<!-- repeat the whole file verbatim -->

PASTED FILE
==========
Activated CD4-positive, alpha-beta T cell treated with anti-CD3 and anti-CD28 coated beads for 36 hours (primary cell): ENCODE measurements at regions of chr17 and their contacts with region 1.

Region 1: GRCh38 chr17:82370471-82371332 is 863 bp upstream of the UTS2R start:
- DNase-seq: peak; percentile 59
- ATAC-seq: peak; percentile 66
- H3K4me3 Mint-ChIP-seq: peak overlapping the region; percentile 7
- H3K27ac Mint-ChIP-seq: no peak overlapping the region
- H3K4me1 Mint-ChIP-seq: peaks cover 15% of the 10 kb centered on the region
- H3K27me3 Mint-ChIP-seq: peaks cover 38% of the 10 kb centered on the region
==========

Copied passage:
Activated CD4-positive, alpha-beta T cell treated with anti-CD3 and anti-CD28 coated beads for 36 hours (primary cell): ENCODE measurements at regions of chr17 and their contacts with region 1.

Region 1: GRCh38 chr17:82370471-82371332 is 863 bp upstream of the UTS2R start:
- DNase-seq: peak; percentile 59
- ATAC-seq: peak; percentile 66
- H3K4me3 Mint-ChIP-seq: peak overlapping the region; percentile 7
- H3K27ac Mint-ChIP-seq: no peak overlapping the region
- H3K4me1 Mint-ChIP-seq: peaks cover 15% of the 10 kb centered on the region
- H3K27me3 Mint-ChIP-seq: peaks cover 38% of the 10 kb centered on the region